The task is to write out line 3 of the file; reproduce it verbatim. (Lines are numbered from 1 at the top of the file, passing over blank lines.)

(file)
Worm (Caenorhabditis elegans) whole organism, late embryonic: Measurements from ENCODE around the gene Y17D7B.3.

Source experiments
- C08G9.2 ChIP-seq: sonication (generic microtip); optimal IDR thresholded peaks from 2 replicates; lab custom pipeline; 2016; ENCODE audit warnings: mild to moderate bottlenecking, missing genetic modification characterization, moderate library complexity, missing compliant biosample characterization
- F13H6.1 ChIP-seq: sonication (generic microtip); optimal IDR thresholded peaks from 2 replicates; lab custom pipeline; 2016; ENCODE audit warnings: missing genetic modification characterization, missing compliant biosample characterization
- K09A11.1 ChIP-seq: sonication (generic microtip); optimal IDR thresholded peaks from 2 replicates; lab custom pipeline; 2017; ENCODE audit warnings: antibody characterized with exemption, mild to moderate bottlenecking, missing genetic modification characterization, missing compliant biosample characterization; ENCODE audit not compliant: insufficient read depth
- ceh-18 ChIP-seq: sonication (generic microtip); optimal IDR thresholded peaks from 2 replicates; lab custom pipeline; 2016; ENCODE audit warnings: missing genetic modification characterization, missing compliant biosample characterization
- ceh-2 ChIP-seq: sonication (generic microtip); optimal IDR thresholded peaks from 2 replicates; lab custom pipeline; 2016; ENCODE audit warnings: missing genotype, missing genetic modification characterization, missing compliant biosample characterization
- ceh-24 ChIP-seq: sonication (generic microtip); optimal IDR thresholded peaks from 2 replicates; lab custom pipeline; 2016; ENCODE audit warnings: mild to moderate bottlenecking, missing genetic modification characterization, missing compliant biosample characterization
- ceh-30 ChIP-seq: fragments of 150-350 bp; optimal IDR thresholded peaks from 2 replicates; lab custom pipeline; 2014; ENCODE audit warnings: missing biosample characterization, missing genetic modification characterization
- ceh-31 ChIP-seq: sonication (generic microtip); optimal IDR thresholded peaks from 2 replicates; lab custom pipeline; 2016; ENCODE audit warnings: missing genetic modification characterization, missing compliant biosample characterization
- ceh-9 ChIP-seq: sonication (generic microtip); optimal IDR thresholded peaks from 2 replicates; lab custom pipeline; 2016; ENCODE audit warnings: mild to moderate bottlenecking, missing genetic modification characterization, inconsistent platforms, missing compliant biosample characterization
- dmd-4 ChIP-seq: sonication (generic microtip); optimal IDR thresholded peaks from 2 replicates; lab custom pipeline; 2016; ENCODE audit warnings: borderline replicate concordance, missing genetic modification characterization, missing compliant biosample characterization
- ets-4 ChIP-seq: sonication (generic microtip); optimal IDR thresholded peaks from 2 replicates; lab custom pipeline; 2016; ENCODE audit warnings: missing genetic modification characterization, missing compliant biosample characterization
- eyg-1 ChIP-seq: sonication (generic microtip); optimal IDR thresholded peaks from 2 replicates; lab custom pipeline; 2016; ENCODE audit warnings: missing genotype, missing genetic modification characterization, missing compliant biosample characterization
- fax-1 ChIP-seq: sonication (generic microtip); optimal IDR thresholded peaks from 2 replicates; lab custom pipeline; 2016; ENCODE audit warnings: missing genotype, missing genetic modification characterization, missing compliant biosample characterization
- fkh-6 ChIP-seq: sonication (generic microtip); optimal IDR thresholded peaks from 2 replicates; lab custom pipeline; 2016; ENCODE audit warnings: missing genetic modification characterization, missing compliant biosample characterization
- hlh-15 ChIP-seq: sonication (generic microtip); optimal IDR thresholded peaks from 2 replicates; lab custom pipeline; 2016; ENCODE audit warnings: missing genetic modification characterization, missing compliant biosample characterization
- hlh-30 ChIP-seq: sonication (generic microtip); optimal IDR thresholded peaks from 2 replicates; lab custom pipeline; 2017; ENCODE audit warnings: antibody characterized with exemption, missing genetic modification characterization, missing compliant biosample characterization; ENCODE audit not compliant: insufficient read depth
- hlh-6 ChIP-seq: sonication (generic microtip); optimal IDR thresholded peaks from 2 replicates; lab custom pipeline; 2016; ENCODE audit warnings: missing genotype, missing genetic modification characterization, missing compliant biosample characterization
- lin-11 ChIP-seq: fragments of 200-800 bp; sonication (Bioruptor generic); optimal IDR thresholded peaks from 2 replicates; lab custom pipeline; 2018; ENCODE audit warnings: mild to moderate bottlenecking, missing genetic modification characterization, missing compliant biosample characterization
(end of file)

- C08G9.2 ChIP-seq: sonication (generic microtip); optimal IDR thresholded peaks from 2 replicates; lab custom pipeline; 2016; ENCODE audit warnings: mild to moderate bottlenecking, missing genetic modification characterization, moderate library complexity, missing compliant biosample characterization